Bompensiero correctly contends that there is no direct evidence which connects him with the offense charged in Count XI. However, since a general conspiracy reasonably may be supposed to have existed, prosecution under this count may proceed upon the theory that a criminal offense in furtherance of the conspiracy is charged.
Bompensiero argues that under section 800 of the Penal Code[FN1] , the applicable period of limitation for the offense charged in Count X is three years. He points out that it is there alleged that the offense was committed on or about April 3, 1951, more than three years preceding the return of the indictment. The position of the Attorney General is that the six-year period specified for ‘the acceptance of a bribe by a public official or a public employee’ is applicable.
Count X does not charge that he accepted a bribe, but only that he ‘did ask and agree to receive’ a bribe. However, the offense charged in that count is in the language of section 68 of the Penal Code, which in turn is similar in wording to other provisions which prescribe punishment for a public official who ‘asks, receives, or agrees to receive’ a bribe. Cf. Pen.Code, ss 86, 93, 165. There is no provision which expressly makes punishable ‘the acceptance of a bribe by a public official or a public employee.’ Reasonably construed, section 800 refers to those statutes under which a public official who ‘asks, receives, or agrees to receive, any bribe’ may be punished.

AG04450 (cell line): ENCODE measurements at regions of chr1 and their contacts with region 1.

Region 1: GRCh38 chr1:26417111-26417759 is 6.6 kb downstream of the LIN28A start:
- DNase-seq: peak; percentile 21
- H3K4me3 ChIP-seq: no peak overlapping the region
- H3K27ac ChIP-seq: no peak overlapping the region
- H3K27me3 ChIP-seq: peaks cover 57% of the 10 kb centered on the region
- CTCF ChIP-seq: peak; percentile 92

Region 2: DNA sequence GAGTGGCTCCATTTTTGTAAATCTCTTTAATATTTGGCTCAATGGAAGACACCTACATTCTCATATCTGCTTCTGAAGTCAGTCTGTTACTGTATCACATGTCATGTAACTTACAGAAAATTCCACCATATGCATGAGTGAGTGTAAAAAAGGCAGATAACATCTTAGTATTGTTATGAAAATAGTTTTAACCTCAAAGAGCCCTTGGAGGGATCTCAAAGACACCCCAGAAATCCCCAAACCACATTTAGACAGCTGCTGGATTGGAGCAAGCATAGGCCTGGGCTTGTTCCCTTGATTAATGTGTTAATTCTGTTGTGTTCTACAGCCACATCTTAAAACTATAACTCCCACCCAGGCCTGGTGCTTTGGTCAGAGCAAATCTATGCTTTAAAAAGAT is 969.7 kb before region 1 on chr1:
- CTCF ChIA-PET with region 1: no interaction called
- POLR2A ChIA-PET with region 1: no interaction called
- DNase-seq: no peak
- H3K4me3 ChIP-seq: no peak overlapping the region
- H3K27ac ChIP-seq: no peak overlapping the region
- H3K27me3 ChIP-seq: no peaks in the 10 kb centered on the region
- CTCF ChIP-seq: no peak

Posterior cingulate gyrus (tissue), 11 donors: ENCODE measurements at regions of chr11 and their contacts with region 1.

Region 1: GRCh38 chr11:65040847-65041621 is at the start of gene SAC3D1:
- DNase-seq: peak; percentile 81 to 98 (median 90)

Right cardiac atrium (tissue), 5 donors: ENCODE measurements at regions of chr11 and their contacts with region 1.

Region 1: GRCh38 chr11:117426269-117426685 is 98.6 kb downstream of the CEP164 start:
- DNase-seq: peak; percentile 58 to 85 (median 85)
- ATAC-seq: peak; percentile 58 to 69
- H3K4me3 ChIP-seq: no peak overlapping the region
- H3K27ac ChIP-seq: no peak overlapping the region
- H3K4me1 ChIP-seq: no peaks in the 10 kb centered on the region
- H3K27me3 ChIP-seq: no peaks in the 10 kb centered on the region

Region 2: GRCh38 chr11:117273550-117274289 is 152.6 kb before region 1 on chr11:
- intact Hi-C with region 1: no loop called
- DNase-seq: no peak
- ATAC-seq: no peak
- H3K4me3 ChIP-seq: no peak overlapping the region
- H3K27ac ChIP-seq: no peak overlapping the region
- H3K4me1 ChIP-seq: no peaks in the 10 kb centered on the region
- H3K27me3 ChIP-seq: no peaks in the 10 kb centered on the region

Another argument is that Bompensiero is not a ‘public official or a public employee,’ and is charged only with aiding and abetting a public official to receive a bribe. Construed strictly in his favor, he asserts, section 800 may not be read as prescribing the six year period for one, not a public official, who merely participates in the receipt of a bribe.
In jurisdictions where aiding and abetting the commission of a criminal act is made a distinct offense, the statute of limitations which controls prosecution for the criminal act is held not to apply to the offense of aiding and abetting. The general statute of limitations applicable to ‘other offenses' is held to control. Dinklage v. State, 135 Tex.Cr.R. 10, 117 S.W.2d 111, 112; State v. Patriarca, 71 R.I. 151, 43 A.2d 54, 58, 160 A.L.R. 387. But in the Patriarca case it was specifically stated that a different rule might apply when the legislature has removed the distinction between one who commits a crime and one who aids in its commission. The court said that it ‘must follow the common law, as long as our legislature does not abrogate it and declare accessories before the fact to be principals.’ 43 A.2d at page 58. And in State v. Bachmeyer, 247 Wis. 294, 19 N.W.2d 261, it was held that the statute of limitation applicable to the substantive offense applies to one who participates as a principal.